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Lowe v. First Presbyterian Church

OPINION FILED JANUARY 31, 1974.

WILLIAM H. LOWE ET AL., APPELLANTS,

v.

THE FIRST PRESBYTERIAN CHURCH OF FOREST PARK ET AL., APPELLEES.



Appeal from the Appellate Court for the First District; heard in that court on appeal from the Circuit Court of Cook County; the Hon. Walter P. Dahl, Judge, presiding.

MR. CHIEF JUSTICE UNDERWOOD DELIVERED THE OPINION OF THE COURT:

Plaintiffs, the Presbytery of Chicago of the United Presbyterian Church in the United States of America (hereafter the Presbytery and United Presbyterian Church, respectively) and its Committee on Business Affairs, Budget and Building Counsel, filed suit for a mandatory injunction against defendants, the First Presbyterian Church of Forest Park and six individuals as trustees of the church, seeking to compel the conveyance of that church's real and personal property to the Church Extension Board of the Presbytery. The Cook County circuit court denied defendants' motions for dismissal of the complaint and for summary judgment, and awarded plaintiffs judgment on the pleadings. The First District Appellate Court reversed (Lowe v. First Presbyterian Church, 9 Ill. App.3d 415), and we allowed plaintiffs' petition for leave to appeal.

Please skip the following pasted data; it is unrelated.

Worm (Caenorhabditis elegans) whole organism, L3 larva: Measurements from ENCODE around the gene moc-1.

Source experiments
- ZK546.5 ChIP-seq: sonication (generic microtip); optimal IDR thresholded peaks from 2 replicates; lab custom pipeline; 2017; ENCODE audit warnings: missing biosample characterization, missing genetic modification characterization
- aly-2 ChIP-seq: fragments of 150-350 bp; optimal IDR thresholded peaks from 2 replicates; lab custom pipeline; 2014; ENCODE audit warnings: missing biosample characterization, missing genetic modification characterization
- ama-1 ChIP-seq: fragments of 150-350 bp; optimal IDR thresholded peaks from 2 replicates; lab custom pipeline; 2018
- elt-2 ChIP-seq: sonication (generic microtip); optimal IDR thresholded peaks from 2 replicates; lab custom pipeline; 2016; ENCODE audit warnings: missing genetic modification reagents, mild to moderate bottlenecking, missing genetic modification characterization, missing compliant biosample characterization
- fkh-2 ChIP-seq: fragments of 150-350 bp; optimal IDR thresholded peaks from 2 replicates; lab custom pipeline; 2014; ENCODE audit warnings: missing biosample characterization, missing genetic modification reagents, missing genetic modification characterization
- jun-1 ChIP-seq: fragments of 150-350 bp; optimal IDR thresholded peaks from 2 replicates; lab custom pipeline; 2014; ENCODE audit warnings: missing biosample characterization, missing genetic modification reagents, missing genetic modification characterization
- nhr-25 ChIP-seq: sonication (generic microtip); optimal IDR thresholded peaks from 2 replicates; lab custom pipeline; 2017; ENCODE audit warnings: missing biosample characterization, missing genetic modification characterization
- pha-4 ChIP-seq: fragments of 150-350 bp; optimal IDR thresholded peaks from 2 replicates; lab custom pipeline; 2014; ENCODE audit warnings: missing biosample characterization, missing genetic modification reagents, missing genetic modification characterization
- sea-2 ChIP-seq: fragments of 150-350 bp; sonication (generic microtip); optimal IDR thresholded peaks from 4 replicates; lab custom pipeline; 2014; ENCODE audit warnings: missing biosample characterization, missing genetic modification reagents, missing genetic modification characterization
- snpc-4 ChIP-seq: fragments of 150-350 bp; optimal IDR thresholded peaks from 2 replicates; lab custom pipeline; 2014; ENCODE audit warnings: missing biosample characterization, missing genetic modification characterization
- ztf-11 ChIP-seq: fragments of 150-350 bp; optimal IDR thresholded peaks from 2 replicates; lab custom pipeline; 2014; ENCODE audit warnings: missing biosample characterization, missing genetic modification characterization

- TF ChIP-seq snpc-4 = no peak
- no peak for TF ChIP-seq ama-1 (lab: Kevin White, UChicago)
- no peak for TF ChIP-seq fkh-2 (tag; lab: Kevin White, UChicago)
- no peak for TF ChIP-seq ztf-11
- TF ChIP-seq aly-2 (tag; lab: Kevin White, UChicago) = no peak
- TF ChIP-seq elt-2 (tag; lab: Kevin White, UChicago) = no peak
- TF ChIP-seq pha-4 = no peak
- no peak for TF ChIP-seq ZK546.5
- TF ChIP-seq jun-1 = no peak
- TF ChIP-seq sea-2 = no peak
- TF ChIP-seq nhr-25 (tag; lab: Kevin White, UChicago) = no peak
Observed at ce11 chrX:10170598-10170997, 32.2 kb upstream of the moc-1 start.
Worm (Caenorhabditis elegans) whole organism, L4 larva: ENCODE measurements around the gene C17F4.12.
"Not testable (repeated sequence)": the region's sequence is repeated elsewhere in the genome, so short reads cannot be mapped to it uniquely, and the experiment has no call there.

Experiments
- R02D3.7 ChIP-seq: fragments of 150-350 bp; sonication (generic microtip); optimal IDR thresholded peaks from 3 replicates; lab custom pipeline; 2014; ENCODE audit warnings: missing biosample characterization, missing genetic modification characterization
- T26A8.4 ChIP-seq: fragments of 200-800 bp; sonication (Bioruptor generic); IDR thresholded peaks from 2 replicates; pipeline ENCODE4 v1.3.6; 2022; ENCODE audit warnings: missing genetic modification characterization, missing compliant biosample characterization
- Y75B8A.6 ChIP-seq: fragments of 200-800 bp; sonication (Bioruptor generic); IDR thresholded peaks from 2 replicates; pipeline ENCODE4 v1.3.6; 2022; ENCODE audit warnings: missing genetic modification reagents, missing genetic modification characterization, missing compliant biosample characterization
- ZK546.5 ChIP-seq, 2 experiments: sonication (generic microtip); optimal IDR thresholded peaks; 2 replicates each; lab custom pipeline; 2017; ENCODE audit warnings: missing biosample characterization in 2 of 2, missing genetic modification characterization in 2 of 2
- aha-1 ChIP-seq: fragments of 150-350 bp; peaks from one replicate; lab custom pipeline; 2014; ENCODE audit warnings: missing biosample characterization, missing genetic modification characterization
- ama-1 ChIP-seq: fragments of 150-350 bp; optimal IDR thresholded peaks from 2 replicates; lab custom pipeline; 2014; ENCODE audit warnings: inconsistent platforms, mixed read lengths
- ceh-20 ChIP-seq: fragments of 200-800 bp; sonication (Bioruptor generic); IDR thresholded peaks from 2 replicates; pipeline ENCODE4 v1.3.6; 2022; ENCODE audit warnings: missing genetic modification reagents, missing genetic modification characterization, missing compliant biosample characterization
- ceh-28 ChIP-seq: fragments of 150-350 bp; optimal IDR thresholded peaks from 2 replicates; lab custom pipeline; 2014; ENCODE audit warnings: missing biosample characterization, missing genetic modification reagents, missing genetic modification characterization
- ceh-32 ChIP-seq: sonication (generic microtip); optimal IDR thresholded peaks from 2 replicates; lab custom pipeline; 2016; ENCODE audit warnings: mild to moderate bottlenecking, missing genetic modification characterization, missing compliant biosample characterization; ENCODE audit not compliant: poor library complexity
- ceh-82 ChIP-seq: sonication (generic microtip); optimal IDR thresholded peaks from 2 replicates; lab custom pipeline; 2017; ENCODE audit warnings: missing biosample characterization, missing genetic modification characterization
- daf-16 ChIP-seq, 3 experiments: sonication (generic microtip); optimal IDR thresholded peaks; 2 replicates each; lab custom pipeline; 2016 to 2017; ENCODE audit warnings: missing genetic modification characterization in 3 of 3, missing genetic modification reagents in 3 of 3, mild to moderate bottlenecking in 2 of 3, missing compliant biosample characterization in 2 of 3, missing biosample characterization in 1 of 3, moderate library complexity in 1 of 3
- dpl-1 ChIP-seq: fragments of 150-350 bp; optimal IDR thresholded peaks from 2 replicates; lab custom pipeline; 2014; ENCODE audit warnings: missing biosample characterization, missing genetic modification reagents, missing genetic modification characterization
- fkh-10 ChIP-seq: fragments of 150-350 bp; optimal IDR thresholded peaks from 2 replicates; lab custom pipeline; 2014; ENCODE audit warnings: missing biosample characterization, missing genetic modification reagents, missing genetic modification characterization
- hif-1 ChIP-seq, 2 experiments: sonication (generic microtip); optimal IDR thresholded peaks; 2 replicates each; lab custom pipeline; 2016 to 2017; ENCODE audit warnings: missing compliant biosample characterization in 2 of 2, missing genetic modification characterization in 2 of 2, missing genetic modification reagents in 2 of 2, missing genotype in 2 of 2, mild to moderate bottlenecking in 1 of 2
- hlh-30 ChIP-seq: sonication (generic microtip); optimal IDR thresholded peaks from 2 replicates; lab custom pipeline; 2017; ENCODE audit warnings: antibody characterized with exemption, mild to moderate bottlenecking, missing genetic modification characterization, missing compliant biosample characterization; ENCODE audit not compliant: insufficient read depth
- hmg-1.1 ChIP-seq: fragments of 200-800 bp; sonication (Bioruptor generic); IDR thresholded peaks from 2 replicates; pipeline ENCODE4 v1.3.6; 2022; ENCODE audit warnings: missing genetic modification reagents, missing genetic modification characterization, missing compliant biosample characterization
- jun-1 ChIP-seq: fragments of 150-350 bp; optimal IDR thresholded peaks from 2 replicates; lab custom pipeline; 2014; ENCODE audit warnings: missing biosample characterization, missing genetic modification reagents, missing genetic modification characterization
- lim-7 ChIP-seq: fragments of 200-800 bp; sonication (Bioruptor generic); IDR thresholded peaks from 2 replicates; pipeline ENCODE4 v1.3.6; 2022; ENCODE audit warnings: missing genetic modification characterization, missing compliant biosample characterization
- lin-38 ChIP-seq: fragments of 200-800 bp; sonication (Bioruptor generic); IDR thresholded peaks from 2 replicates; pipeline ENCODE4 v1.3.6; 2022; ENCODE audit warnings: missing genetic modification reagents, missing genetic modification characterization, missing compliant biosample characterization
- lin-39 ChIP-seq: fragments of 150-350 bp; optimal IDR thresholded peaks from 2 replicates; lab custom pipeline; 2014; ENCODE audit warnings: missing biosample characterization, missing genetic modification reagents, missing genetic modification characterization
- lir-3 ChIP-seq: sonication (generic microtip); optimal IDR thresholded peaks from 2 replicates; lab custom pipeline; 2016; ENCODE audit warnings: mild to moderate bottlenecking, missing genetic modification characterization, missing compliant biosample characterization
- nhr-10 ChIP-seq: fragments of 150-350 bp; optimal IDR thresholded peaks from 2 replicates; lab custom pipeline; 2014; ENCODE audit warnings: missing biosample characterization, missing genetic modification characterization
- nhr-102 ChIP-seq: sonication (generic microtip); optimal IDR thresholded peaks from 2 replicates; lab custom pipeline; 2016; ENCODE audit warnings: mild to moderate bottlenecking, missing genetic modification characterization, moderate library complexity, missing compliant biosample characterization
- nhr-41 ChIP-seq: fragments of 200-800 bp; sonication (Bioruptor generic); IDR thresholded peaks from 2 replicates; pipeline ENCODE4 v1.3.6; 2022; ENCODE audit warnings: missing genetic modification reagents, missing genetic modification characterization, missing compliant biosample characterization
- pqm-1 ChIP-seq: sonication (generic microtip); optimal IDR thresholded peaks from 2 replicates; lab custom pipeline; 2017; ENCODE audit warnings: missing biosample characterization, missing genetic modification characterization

Plaintiffs allege that on October 8, 1968, the Presbytery adopted a resolution dissolving the congregation of the First Presbyterian Church of Forest Park as of October 31, 1968, and directed that the assets of the church be liquidated by the plaintiff committee. Defendant trustees subsequently refused to convey the real property or turn over the personal property of the church, and this suit followed.

The essence of this controversy is found in the allegations that the defendant church is a religious corporation (General Not For Profit Corporation Act, Ill. Rev. Stat. 1971, ch. 32, par. 163a et seq.) holding title to the real estate in controversy for the use and benefit of its congregation; and that the defendants constitute a member church of the Presbytery subject to its control and supervision. Plaintiffs assert that the defendant church is subordinate to the Presbytery and that under the provisions of chapter XXXII of the Form of Government of the United Presbyterian Church defendants are required to convey the property in accordance with the directions of the Presbytery. Chapter XXXII provides: